TREASURIES-Yields up on payrolls speculation, T-bills hurt by debt ceiling

Wed Feb 5, 2014 3:10pm EST

Related Topics

* Yields rise as ADP close to expectations
    * Fed buys TIPS, notes in two operations
    * Fed to buy $1 bln-$1.25 bln bonds due 2036-2043 on
Thursday
    * One-month T-bill yields rise on debt ceiling fears

    By Karen Brettell
    NEW YORK, Feb 5 (Reuters) - U.S. Treasuries yields rose on
Wednesday on caution before Friday's highly anticipated payrolls
number, which could pause a rally that has sent yields to their
lowest levels since early November, if jobs growth comes in
strong.
    U.S. private employers added 175,000 jobs in January, the
ADP National Employment Report showed on Wednesday, close to
analysts expectations. That raised some hopes that Friday's jobs
gains will also show solid growth. Economists surveyed by
Reuters expect that Friday's jobs data will show that employers
added 185,000 jobs in January. 
    Friday's report is under close attention after weakness in
some recent data raised fears over the strength of the U.S.
recovery. At the same time, investors have poured out of
emerging market assets and stocks, pushing Treasuries yields to
three-month lows.
    "There is a bit of pent-up selling pressure. There has been
nothing but rallies over the last few weeks and I think this is
the result of people looking forward to non-farm payrolls," said
Aaron Kohli, an interest rate strategist at BNP Paribas in New
York. He added that "rates have baked in a lot of negativity."
    Benchmark 10-year Treasuries yields were last
2.67 percent, after falling from more than 3 percent at the
beginning of the year.
    The yields fell as low as 2.57 percent on Monday, the lowest
since November 1.
    The yield decline "is a huge move in that short a time,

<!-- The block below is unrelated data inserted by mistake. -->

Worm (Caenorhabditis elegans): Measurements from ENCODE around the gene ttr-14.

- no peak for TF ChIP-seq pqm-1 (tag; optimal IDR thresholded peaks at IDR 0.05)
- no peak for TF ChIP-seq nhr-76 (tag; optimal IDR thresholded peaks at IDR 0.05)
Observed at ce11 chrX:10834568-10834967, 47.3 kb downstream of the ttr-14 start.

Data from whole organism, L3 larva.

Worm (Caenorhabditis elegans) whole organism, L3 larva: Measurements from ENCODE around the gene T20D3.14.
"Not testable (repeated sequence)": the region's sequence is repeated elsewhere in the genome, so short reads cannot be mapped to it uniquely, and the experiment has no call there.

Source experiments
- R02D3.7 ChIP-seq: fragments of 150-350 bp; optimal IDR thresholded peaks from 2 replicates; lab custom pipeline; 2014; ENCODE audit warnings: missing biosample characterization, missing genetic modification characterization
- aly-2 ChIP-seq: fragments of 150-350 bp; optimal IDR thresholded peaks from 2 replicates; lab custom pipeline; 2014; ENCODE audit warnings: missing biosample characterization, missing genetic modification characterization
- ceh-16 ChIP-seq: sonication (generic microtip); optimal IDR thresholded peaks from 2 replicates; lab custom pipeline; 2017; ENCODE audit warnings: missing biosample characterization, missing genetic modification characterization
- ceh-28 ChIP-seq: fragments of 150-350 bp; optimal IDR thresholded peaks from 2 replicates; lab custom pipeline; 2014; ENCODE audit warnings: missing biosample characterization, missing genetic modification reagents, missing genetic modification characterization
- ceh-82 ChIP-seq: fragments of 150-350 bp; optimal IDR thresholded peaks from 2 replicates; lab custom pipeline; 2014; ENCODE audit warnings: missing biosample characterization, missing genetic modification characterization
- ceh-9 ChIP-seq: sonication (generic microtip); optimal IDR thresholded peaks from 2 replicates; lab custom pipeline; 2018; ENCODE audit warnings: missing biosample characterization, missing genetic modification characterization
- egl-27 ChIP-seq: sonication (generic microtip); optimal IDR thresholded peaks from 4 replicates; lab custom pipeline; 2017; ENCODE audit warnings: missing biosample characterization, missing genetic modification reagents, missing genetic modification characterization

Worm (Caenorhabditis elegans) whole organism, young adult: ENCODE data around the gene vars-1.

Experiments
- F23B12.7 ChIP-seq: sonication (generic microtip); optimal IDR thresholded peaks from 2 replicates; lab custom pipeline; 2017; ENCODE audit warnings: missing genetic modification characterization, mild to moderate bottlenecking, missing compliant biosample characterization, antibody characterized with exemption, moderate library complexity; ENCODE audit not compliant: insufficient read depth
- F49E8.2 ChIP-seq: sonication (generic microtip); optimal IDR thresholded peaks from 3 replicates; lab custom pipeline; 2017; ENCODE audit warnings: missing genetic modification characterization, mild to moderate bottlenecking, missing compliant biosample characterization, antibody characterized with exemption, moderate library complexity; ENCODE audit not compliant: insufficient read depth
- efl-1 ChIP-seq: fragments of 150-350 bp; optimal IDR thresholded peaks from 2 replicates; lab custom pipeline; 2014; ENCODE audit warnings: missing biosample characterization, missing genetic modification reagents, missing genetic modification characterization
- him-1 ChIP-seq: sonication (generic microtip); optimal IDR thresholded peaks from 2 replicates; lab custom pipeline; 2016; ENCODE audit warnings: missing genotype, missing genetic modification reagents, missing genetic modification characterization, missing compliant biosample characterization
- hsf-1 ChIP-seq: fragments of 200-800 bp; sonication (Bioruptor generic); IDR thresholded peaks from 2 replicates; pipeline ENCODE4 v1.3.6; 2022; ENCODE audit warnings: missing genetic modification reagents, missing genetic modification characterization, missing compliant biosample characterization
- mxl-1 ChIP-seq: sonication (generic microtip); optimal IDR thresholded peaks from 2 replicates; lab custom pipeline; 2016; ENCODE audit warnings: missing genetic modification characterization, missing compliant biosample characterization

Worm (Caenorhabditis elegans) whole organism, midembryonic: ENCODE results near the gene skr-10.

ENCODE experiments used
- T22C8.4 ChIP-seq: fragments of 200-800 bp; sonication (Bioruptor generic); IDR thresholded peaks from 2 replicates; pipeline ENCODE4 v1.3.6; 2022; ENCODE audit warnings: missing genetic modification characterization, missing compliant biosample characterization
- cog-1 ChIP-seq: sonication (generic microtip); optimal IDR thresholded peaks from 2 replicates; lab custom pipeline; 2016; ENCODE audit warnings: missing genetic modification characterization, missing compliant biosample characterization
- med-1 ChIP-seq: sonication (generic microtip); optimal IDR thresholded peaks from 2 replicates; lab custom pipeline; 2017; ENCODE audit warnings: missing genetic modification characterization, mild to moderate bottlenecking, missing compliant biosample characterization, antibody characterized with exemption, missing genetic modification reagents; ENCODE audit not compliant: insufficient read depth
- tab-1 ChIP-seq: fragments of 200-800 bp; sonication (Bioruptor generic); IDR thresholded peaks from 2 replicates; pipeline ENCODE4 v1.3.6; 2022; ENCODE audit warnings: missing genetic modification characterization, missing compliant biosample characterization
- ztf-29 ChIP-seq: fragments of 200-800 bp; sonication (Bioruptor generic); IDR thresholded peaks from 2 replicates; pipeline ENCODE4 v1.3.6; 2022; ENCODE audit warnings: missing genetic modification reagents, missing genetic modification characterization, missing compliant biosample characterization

since the underlying economic fundamentals haven't deteriorated
that much. The buying definitely got a bit overheated," said Guy
LeBas, chief fixed income strategist at Janney Montgomery Scott
in Philadelphia. 
    The 10-year notes have struggled to stay below 2.60 percent
as investors who expect yields could increase if Friday's
employment data is strong are reticent to buy at the lower
yields.
    "I think that most participants are looking for a stronger
number, mainly so they can buy at higher yields," said Thomas di
Galoma, co-head of fixed-income rates at ED&F Man Capital in New
York.
    Treasuries extended losses on Wednesday after the Institute
for Supply Management said its services index rose to 54 last
month from 53 in December, and firms added workers at the
fastest clip in more than three years. 
    Some weakening economic data has increased speculation that
the Federal Reserve may slow or cease reductions in its bond
purchase program if the economy worsens, though many see data as
needing to weaken considerably from current levels to alter the
Fed's plans.
    The Fed last week cut its monthly bond purchases by $10
billion, to $65 billion.
    Atlanta Fed President Dennis Lockhart said on Wednesday the
U.S. central bank will probably keep steadily dialing back asset
purchases and wind them down completely by late 2014. Hawkish
Charles Plosser, of the Philadelphia Fed, went a step further
and said the Fed should wind down purchases faster and end them
before mid-year. 
    The Fed bought $0.97 billion in Treasuries
Inflation-Protected Securities (TIPS) due from 2040 to 2043 and
$2.58 billion in Treasury notes due 2019 to 2021 on Wednesday. 
    It will buy between $1.00 billion and $1.25 billion in bonds
due 2036 to 2043 on Thursday as part of its ongoing purchases.
    Treasuries bill yields, meanwhile, continued to rise on
Wednesday as investors were wary of buying debt that is exposed
to default as the U.S. bumps up again against its debt ceiling.
    Washington is due to reinstate a limit on its borrowing at
the end of this week and Treasury Secretary Jack Lew has said
the administration could use accounting measures to stay under
the new cap until the end of February.
    Yields on the on-the-run one-month Treasuries bills that
come due on March 6 rose to 12 basis points on
Tuesday, the highest since October, when the debt ceiling was
last an issue.
    The U.S. Treasury also said on Wednesday it will sell $70
billion in new coupon-bearing debt next week, but that it may
cut auction sizes at its next quarterly refunding because of a
faster-than-expected narrowing of the nation's budget deficit.
 
    Next week's sales will include $30 billion in three-year
notes, $24 billion in 10-year notes and $16 billion in 30-year
bonds. The Treasury added that reopening sized for future
auctions of the government's new two-year floating rate notes
are likely to be between $12 billion and $15 billion.
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